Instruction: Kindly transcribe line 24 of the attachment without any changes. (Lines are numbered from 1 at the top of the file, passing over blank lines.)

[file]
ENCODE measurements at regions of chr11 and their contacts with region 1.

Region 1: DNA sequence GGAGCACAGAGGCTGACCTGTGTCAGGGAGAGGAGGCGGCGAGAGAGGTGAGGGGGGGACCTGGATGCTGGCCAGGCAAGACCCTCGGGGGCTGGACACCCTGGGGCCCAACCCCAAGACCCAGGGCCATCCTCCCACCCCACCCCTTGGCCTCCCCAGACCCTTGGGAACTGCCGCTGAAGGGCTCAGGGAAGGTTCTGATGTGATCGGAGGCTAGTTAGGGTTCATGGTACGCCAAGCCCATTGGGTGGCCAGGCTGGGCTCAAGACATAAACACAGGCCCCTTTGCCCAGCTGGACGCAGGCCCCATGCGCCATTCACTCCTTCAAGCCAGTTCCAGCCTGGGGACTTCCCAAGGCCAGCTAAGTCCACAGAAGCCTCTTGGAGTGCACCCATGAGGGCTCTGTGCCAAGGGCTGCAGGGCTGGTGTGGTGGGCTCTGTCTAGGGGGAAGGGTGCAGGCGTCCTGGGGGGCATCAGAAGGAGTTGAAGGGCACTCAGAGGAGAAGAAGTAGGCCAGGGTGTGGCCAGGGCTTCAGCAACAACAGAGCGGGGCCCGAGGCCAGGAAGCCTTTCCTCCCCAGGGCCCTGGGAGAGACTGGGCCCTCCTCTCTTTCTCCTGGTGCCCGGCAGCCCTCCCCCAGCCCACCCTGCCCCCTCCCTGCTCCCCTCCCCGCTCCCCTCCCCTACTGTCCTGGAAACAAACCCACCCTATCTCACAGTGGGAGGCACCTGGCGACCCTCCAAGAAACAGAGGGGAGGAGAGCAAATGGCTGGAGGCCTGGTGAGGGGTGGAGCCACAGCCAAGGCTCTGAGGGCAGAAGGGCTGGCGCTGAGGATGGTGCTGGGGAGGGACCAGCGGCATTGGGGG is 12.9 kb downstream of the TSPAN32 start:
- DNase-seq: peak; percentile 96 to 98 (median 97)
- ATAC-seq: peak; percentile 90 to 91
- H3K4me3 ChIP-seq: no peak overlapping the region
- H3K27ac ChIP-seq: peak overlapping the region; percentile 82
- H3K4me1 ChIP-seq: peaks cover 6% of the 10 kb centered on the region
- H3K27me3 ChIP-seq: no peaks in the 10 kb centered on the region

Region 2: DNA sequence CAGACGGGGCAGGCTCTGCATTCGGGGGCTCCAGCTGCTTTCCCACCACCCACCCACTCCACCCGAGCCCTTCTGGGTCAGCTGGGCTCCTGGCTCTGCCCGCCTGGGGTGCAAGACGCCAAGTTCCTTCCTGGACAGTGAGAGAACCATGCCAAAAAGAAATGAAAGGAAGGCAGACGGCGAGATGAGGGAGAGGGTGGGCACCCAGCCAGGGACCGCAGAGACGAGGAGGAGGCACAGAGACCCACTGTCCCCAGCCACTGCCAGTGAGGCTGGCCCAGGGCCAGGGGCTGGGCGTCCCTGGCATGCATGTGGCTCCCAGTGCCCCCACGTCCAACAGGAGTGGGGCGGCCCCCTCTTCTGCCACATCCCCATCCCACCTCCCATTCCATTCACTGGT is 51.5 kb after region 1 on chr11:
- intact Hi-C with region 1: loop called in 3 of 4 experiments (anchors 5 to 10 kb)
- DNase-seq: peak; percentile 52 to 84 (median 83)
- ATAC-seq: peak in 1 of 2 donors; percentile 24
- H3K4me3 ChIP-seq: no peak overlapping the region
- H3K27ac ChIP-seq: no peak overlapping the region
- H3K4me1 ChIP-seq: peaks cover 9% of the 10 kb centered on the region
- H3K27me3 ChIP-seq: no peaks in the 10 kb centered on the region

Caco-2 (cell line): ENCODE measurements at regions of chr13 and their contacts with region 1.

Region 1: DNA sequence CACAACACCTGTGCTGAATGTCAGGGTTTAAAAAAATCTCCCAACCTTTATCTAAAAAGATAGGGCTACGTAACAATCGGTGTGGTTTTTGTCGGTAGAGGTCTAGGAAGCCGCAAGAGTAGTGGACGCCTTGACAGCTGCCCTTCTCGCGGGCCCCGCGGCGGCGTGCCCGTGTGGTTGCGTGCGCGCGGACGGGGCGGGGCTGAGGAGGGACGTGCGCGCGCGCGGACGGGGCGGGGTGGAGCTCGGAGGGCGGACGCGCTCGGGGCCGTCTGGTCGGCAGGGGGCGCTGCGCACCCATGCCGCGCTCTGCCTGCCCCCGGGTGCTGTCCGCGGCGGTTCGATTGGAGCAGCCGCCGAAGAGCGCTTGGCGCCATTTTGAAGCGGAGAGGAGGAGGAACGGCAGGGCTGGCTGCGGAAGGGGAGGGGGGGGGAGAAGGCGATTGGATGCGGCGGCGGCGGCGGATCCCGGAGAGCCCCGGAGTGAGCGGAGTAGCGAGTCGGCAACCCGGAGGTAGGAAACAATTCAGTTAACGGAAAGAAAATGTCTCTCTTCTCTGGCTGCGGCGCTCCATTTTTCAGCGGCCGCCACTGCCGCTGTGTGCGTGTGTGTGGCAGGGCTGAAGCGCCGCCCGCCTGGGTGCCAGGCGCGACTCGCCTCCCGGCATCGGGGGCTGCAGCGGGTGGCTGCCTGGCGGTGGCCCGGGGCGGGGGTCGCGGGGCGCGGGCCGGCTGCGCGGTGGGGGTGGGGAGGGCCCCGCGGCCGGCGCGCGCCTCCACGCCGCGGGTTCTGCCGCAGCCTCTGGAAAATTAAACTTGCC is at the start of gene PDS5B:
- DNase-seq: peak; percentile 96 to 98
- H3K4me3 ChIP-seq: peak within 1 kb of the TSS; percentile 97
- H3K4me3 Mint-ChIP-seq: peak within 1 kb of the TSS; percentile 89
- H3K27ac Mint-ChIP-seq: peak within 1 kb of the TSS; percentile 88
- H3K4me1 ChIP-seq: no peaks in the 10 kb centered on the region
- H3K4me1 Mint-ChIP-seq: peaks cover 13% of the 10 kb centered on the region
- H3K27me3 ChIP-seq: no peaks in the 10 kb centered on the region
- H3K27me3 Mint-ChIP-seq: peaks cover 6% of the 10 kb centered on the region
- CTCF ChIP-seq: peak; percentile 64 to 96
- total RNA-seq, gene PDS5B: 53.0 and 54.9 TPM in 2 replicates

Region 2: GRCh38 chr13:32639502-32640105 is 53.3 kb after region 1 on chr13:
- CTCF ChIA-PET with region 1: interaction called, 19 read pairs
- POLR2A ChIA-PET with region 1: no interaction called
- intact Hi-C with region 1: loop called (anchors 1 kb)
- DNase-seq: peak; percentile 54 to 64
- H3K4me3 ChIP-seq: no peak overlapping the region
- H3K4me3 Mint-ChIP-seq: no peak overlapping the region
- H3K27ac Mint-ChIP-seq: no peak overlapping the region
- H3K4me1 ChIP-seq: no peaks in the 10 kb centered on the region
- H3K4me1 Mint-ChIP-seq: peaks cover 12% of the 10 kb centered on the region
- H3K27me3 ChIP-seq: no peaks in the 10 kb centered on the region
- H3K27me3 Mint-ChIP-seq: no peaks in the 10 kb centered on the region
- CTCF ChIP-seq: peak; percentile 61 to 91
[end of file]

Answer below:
- H3K4me1 Mint-ChIP-seq: peaks cover 13% of the 10 kb centered on the region